Angela Glover Blackwell: (06:51)
Could you tell us a little bit more about what some of the concrete examples are of the changes that are being proposed by some of this new wave of prosecutors?
Chesa Boudin: (07:00)
Absolutely. And again, it does depend on the local jurisdiction, but one example is a commitment from many of us not to seek the death penalty. Another is an openness to recognize that our offices have historically been complicit in racial injustice and in covering up police misconduct or in securing wrongful convictions. So a trademark of many of our offices is a unit or a process for looking backwards at old convictions. And considering whether innocent people are wrongly incarcerated, or whether people who may be guilty were given sentences that are unduly harsh, as well as to have units that specifically investigate and prosecute police misconduct are some of the trademarks of our, uh, movement. Others include, uh, a public health approach to mental illness and the drug addiction epidemic that is responsible for such a high percentage of the kinds of cases that police ask us to prosecute criminally.
Media Clip: (08:02)
San Francisco County district attorney Chesa Boudin says he has seen firsthand how the prison system has failed those incarcerated. And he wants to create change.
Angela Glover Blackwell: (08:12)
In September, you and several top prosecutors in the Bay joined forces to create a first of its kind law enforcement association focused on criminal justice reform. Can you tell us more about this and what you're hoping to accomplish?
Chesa Boudin: (08:26)
Historically, law enforcement unions and prosecutor associations have opposed any criminal justice reform, no matter how humane or compassionate, no matter how much it's rooted in data that shows we can decrease recidivism. We wanted to have an association of law enforcement leaders who are elected to serve the people and who aren't simply trying to promote tough on crime policies or policies that will increase the budget for our unions. We want to focus on what actually builds safety for the people we represent. And we want to make sure we have a seat at the table on behalf of law enforcement in Sacramento, when state laws are being proposed. We want to make sure we have a seat at the table when media is looking for a law enforcement voice to talk about proposed reforms. So I'm really excited to be a founding member of the California Alliance of Prosecutors, and to really begin that conversation of redefining public safety and victims rights, as more than just vengeance and retribution, but rooted in healing and restoration and rehabilitation.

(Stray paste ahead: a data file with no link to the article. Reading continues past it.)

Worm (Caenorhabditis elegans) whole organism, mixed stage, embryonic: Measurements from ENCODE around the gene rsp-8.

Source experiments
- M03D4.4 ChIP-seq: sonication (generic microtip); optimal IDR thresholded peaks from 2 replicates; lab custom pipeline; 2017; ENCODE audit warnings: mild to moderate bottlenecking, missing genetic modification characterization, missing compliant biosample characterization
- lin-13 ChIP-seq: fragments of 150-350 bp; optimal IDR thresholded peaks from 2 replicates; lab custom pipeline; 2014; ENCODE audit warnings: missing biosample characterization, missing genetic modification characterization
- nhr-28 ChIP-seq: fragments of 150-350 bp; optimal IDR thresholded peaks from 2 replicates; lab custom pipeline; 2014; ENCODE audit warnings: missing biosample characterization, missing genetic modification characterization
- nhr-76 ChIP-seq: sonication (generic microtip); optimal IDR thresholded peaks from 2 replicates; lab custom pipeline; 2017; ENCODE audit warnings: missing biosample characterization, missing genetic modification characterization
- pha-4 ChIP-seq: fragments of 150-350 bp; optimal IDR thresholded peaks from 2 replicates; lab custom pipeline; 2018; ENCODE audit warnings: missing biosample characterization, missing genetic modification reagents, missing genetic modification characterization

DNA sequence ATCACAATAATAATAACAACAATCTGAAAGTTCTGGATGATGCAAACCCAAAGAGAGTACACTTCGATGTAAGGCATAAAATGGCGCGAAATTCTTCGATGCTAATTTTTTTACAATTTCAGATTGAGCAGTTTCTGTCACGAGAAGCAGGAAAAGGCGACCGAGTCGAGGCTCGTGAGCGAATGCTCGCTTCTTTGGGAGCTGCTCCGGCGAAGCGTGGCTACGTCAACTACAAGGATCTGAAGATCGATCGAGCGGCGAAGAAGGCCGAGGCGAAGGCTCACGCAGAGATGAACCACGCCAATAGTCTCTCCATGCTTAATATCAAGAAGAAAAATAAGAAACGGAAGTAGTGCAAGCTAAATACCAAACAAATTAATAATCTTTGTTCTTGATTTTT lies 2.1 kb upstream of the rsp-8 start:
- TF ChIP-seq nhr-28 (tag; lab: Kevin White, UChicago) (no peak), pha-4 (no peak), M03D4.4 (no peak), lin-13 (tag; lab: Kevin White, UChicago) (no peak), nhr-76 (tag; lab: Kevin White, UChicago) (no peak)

Angela Glover Blackwell: (09:33)
District Attorney Boudin, you grew up in a family where both of your parents were part of the Weather Underground, a radical left wing group in the seventies that saw peaceful protest as ineffective and who were criticized for the use of violence as a means to protest the Vietnam War and the targeting of black revolutionaries by police and the FBI.
Media Clip: (09:54)
Calling themselves members of the Weather Underground last night planted bombed in federal office buildings in Washington...
Angela Glover Blackwell: (10:00)
Both of your parents serve long prison sentences for their involvement in the Weather Underground. Could you talk about your childhood, your parents and how all of that shaped you and your journey to become a district attorney?